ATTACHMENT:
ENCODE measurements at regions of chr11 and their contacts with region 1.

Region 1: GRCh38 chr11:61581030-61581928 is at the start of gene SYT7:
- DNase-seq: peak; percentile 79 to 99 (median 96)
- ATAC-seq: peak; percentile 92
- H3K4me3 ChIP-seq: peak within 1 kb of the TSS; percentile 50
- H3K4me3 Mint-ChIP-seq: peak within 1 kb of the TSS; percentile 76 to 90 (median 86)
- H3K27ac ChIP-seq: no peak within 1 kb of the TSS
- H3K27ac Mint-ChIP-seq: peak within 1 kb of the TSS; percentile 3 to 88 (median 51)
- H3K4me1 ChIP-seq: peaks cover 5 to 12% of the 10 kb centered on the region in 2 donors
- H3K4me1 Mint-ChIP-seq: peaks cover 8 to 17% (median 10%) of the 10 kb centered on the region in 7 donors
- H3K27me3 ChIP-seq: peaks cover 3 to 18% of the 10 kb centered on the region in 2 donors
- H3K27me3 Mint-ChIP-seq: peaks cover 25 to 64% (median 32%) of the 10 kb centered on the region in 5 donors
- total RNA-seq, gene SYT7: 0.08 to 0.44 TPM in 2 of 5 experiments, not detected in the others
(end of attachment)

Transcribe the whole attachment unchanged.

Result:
ENCODE measurements at regions of chr11 and their contacts with region 1.

Region 1: GRCh38 chr11:61581030-61581928 is at the start of gene SYT7:
- DNase-seq: peak; percentile 79 to 99 (median 96)
- ATAC-seq: peak; percentile 92
- H3K4me3 ChIP-seq: peak within 1 kb of the TSS; percentile 50
- H3K4me3 Mint-ChIP-seq: peak within 1 kb of the TSS; percentile 76 to 90 (median 86)
- H3K27ac ChIP-seq: no peak within 1 kb of the TSS
- H3K27ac Mint-ChIP-seq: peak within 1 kb of the TSS; percentile 3 to 88 (median 51)
- H3K4me1 ChIP-seq: peaks cover 5 to 12% of the 10 kb centered on the region in 2 donors
- H3K4me1 Mint-ChIP-seq: peaks cover 8 to 17% (median 10%) of the 10 kb centered on the region in 7 donors
- H3K27me3 ChIP-seq: peaks cover 3 to 18% of the 10 kb centered on the region in 2 donors
- H3K27me3 Mint-ChIP-seq: peaks cover 25 to 64% (median 32%) of the 10 kb centered on the region in 5 donors
- total RNA-seq, gene SYT7: 0.08 to 0.44 TPM in 2 of 5 experiments, not detected in the others